DANGER IN '99

1999 is an election year, and so, will be more deadly. Last year, 6 people died because of their work supporting GAM. In January of '99 one Guatemalan has already died because of his front-line work supporting GAM projects.

What's in the reforms?
Official recognition of the indigenous population and their language, culture and cosmology is one of the themes covered in the reforms. Once in place, Guatemala will no longer be officially a hispanic country, but rather it will acknowledge that it is multicultural, multilingual, and multiethnic, with twenty-some languages spoken by 50% of the population. Another part of the constitutional reform deals with improving the country's judicial system. Up to now, justice has been hard to come by. Imagine that someone in your town robbed several of you neighbors, or worse, molested some young children. You think you know for sure who committed the crime. That person is still walking about freely, and there is little chance that he will be brought to justice by the court system. What would you do? This has often been the case here in Guatemala, as the judicial system has been typically weak and corrupt, and violence rampant. In several towns in Guatemala, angry crowds of lynch mobs who are fed up with crime, violence, and a weak judicial system, have taken matters into their own hands, beating the suspected criminals to death. (This happened a record 25 times in February!) The suspects may or may not have been robbers or child molesters, but now several townspeople have become murderers. If the reforms pass and a more just system is enforced, these lynchings may stop.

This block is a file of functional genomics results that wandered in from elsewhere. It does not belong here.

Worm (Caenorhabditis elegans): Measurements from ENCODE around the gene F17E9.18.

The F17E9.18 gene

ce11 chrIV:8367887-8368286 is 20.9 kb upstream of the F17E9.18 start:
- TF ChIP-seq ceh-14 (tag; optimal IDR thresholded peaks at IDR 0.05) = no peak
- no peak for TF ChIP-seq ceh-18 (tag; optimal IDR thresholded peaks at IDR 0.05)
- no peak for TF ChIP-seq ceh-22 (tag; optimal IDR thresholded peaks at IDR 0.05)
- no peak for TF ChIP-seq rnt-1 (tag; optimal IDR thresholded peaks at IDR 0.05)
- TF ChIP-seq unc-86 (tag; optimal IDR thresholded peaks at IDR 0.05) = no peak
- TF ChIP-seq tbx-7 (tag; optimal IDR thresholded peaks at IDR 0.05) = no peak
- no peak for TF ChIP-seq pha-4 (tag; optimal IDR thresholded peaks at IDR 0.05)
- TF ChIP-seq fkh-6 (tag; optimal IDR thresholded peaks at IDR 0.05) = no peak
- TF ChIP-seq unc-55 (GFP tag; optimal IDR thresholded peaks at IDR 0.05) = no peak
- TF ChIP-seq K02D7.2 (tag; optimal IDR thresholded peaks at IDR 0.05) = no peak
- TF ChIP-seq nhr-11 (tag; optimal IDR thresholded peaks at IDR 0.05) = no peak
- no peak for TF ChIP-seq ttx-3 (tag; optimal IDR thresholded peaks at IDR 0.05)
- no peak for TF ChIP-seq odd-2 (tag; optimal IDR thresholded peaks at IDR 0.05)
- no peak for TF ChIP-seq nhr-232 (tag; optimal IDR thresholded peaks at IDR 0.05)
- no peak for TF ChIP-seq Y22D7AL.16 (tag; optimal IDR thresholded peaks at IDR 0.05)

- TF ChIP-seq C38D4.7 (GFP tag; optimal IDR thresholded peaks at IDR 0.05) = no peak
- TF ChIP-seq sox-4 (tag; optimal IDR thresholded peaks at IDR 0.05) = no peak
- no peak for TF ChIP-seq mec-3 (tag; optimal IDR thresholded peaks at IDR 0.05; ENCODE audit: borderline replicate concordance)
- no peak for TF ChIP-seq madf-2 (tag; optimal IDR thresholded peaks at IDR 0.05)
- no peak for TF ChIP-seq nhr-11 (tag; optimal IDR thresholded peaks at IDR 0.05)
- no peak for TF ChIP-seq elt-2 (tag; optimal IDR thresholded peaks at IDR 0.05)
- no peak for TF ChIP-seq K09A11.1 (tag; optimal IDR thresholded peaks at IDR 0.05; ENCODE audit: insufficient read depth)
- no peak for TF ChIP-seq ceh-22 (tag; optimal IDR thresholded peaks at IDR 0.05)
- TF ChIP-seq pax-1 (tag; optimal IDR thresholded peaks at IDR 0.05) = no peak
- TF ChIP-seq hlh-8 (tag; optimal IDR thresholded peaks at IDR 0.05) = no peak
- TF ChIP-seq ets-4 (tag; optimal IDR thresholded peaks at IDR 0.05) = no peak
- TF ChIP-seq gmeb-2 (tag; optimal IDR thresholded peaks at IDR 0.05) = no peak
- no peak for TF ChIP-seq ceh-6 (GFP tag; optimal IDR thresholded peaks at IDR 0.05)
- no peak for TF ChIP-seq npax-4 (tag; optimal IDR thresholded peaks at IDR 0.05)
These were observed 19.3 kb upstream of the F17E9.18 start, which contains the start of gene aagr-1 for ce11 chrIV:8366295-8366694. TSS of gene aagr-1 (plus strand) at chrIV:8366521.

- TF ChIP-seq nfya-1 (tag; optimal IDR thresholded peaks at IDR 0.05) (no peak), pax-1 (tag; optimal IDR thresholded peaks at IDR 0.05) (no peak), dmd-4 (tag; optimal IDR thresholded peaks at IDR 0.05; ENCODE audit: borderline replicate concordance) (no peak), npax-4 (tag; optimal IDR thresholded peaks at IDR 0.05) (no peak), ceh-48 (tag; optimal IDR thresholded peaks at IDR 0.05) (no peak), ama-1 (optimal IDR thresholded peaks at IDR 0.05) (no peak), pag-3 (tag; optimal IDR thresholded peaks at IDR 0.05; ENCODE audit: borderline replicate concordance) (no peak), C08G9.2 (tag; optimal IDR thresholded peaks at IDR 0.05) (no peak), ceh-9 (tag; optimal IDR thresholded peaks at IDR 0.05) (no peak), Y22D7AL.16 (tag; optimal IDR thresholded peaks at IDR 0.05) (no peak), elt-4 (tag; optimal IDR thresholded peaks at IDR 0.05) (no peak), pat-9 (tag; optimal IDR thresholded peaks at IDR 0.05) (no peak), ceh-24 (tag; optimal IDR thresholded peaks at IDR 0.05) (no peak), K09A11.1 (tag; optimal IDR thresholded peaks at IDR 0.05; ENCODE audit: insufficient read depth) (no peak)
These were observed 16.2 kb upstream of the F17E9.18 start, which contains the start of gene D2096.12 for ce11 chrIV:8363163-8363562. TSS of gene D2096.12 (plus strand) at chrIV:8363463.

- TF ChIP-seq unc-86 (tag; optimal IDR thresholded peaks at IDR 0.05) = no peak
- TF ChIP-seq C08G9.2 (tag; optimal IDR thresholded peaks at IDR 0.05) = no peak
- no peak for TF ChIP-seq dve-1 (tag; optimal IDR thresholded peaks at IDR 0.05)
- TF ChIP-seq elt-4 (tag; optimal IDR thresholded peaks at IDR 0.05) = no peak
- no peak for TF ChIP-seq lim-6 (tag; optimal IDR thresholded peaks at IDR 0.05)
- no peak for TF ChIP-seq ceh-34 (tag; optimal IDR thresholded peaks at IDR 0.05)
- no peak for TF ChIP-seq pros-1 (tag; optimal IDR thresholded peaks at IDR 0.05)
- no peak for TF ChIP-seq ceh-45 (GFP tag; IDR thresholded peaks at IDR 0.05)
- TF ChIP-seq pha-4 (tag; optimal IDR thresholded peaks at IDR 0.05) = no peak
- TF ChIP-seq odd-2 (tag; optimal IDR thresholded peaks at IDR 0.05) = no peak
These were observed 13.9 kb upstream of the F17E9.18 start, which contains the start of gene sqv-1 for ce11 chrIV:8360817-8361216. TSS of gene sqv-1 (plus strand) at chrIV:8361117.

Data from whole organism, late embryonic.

Historically in Guatemala, the civil police force has been inadequate. Instead, the army patrolled the streets. The army has been repeatedly accused of violating civil rights. The constitutional reforms will mandate that a civil police force be in charge of internal affairs, and the military will only protect the boarder. As the army is said to have perpetrated many human rights abuses during the civil war, removing their presence from the interior of the country will hopefully strengthen the peace.

I left the scene with a lot on my mind. I realized that Guatemalans are working to institute policies and protective systems that I take for granted at home in the United States. American history tells us that lynchings and institutionalized racism used to be common, even acceptable, in the United States. Seeing the legislative process here in Guatemala helps me appreciate why and how things have come to be the way they are in my own country.

AFTERNOTE: I sent this article to the web site over a week ago, but somehow it got lost in cyberspace and didn't make it. Since then, demonstrations have been occurring across the country, but the court has ruled that it is indeed unconstitutional to make the referendum only one single question. The court recommended that Congress split the referendum into six questions based on the six themes it covers: Guatemalan Indigenous Rights, Legislative Branch, Executive Branch, Judicial Branch, a System of a Council on Development, and the Guatemalan Military and Civil Security Force (Police).

Abeja


Abeja - Men of Maize
Kavitha - Healing with Dreams and Herbs
Jamila - Rainforest Treasures
Abeja - A Day in Quiche
Kavitha - Do You Know Where Your Broccoli Comes From?
Abeja - Guatemala: Never Again